It was a battle lasting just a few days in the St. Louis, USA, area, and it probably won’t go down in the annuls of Scottish history. But for the Scottish community in St. Louis, and the thousands of people who join with us throughout the year to celebrate the many profound connections between America and Scotland, it was an opportunity to stand for Scotland and to stand with a fellow Scot.
Many people from around the world have been following this skirmish, and many of them took action with e-mails and phone calls. Here’s a full summary of what happened.
On March 17, a student at Granite City High School, just outside St. Louis, USA, posted on his Facebook page that “I was denied wearing my kilt to prom because they want to teach the men to dress like men. That is what I was told. I’m very upset.”
As a side note, the principal, who was attributed with the comment about “dressing like men,” denied saying it. One other student did confirm he said it, so on that issue it depends on who you choose to believe.
On March 19, the denied student began asking people to call the High School, and also appealed the original decision that prevented him from wearing his kilt to the prom. He had apparently recently purchased the full formal Scottish outfit, the same as that worn by Prince Charles, Prince William, Sean Connery and other Scots to informal events like knightings, royal weddings, and dinners at Buckingham Palace. We can definitely see why the kilt does not rise to the high dress standards of a high school prom.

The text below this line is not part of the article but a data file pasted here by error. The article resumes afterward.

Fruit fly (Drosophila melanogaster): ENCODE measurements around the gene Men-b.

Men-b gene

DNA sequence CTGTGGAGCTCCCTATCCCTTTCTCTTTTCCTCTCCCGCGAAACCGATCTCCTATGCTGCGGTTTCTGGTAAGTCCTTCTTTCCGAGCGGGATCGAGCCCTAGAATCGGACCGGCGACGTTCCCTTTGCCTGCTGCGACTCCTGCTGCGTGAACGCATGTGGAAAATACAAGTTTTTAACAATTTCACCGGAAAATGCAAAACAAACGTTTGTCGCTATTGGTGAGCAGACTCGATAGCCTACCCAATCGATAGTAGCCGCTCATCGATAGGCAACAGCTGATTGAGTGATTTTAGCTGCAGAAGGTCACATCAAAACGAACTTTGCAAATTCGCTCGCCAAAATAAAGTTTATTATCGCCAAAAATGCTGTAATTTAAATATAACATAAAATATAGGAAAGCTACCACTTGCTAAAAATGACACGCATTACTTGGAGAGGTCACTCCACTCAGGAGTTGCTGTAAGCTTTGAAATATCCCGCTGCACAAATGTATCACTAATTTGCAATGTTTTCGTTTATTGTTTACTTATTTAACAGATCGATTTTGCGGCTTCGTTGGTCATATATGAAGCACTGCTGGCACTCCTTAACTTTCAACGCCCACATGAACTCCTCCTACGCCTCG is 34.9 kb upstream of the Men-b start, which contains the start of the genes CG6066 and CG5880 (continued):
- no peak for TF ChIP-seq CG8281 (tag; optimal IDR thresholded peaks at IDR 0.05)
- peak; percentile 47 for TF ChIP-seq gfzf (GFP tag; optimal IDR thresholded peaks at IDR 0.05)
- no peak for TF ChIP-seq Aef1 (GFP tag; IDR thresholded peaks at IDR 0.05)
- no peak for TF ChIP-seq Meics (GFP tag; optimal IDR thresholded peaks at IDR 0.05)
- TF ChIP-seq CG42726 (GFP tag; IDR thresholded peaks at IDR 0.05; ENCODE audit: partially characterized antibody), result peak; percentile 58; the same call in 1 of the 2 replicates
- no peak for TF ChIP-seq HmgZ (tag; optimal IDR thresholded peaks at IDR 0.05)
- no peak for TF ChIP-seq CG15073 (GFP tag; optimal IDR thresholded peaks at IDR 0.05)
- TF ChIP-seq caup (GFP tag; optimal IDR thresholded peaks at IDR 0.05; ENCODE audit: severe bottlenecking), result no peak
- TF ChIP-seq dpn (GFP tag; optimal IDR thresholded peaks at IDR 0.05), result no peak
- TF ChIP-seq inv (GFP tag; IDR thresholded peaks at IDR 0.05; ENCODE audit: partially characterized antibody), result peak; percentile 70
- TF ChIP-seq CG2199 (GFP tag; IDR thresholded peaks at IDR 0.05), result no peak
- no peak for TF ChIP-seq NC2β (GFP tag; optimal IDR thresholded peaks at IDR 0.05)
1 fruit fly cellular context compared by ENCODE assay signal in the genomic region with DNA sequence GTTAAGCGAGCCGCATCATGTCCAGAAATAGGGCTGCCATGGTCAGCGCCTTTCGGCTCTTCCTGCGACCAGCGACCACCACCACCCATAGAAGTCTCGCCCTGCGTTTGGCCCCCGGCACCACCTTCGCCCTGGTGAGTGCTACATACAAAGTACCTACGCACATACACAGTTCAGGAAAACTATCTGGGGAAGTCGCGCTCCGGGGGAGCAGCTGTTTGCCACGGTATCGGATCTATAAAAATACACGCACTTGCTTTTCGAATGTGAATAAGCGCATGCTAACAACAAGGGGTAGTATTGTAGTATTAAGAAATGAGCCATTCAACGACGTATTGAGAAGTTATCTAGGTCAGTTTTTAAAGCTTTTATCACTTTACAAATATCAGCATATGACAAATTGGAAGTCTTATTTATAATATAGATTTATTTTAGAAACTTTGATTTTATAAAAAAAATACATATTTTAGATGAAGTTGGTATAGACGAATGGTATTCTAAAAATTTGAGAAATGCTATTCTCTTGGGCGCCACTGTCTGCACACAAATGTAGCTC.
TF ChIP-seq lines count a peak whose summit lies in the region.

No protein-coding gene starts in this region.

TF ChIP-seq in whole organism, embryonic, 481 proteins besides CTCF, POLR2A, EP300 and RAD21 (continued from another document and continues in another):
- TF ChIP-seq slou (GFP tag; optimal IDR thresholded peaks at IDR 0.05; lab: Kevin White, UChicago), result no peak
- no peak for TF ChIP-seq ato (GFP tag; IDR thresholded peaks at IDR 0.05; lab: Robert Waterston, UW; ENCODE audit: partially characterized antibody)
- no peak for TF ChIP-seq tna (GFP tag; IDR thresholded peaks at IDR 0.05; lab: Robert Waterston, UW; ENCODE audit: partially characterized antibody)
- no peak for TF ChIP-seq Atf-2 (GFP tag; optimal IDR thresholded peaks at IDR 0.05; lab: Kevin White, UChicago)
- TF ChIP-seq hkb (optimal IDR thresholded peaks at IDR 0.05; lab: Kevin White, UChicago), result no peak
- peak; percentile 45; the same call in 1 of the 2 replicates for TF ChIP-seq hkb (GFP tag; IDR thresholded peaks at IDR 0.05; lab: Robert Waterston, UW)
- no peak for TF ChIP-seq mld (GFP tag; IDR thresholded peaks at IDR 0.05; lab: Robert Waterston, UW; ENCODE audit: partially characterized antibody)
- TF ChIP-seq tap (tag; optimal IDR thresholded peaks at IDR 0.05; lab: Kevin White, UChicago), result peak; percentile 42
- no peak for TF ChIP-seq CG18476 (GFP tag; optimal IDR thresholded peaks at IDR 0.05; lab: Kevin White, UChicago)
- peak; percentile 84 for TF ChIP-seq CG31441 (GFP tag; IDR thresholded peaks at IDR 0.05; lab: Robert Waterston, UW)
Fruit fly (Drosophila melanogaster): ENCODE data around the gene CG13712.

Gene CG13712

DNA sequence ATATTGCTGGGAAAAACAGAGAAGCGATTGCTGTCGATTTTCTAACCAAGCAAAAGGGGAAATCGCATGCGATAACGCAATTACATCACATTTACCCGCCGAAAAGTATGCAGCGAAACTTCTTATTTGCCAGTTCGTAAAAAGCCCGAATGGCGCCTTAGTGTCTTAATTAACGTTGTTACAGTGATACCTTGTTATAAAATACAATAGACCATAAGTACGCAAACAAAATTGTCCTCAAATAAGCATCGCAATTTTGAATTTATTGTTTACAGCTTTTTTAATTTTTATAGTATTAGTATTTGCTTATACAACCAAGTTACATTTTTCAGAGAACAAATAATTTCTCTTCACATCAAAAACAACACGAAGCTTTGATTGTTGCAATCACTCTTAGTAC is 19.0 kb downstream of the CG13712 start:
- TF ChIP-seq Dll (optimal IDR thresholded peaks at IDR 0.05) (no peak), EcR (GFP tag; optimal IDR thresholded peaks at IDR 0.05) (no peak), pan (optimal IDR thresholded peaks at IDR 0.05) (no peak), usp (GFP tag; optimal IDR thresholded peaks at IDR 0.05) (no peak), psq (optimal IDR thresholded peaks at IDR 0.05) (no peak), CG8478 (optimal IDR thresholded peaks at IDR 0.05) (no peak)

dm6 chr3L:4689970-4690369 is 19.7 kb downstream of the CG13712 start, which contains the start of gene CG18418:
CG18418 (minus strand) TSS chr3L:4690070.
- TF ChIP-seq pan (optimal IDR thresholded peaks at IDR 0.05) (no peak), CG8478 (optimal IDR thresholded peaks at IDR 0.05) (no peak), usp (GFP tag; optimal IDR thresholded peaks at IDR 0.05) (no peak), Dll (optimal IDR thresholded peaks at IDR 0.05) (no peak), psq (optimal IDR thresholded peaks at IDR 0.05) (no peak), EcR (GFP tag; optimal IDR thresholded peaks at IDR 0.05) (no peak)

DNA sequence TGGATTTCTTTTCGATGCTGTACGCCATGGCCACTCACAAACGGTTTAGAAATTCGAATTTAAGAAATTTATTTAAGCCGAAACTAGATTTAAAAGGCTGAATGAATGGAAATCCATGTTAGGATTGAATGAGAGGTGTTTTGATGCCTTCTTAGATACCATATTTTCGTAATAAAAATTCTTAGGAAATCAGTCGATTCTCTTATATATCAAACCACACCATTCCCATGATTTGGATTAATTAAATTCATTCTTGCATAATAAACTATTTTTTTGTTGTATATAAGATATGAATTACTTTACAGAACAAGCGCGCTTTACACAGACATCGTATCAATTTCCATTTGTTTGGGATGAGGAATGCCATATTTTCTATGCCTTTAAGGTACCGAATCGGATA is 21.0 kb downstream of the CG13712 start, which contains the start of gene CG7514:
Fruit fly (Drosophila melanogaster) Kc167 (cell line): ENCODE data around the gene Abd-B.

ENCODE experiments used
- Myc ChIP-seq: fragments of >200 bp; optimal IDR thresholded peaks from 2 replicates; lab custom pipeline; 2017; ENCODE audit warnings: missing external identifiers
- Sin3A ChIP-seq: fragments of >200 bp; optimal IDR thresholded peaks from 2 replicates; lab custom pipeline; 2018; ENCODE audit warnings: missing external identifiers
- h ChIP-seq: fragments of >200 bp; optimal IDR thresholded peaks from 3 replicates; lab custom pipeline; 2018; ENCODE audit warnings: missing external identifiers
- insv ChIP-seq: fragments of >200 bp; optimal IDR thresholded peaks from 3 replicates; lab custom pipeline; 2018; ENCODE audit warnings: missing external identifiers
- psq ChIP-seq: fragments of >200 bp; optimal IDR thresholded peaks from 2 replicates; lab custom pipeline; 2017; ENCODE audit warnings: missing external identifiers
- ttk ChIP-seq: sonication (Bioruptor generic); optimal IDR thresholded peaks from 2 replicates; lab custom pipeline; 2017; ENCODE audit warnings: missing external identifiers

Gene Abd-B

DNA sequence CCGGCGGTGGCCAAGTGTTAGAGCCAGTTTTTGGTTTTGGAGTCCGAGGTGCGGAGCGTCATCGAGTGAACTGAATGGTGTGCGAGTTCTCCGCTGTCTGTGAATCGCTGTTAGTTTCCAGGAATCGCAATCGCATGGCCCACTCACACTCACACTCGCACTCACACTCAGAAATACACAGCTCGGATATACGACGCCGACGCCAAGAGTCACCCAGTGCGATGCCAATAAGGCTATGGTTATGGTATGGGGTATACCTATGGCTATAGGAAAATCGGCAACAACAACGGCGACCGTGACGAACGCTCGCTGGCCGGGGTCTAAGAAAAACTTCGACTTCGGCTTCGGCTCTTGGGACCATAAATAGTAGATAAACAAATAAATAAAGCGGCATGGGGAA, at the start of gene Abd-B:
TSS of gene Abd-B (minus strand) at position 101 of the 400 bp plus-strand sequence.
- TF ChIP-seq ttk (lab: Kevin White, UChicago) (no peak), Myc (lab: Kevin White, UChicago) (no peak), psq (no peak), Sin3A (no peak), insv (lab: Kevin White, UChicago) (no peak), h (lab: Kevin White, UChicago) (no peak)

The student was denied again by the school, and decided to appeal to the school board. He also reached out to the Scottish community in St. Louis.
On March 26, I found out about it.
I posted a blog that day, encouraging people to contact the school to voice their concerns. It went viral with more than 15,000 reads so far.
March 27 was the school board meeting. People arrived in kilts to stand in solidarity with the student. Some sought to speak at the meeting. However, the district superintendant announced the pre-determined decision of the board that spoke of the kilt being “non-traditional,” not within dress code, and “not what we call normal wear.” Apparently, it escaped their attention that the kilt predates the invention of pants, and that it is far more traditional than today’s tuxedos.
It was a very disappointing outcome, and one that most people commenting online see as wrong.
So what next? The story has been covered in the St. Louis Post Dispatch, the Associated Press, UPI, the Daily Mail in the UK, on the Mark Reardon Show on KMOX Radio, and by various print and broadcast media across the US.
First, April 6 is Tartan Day in the U.S., followed by Scotland Week. I strongly encourage you to come out to your local celebrations and stand for Scotland and enjoy many of the things Scotland in America has to offer. If you are in Missouri, you can get more information on the celebrations taking place in St. Charles on the second weekend of April at http://www.motartanday.com/.
Second, we are going to petition the Granite City School District Superintendent to change their formal dress code to allow for culturally and nationally-recognized formal wear. I would encourage you to add your name to this petition, and to let others know also.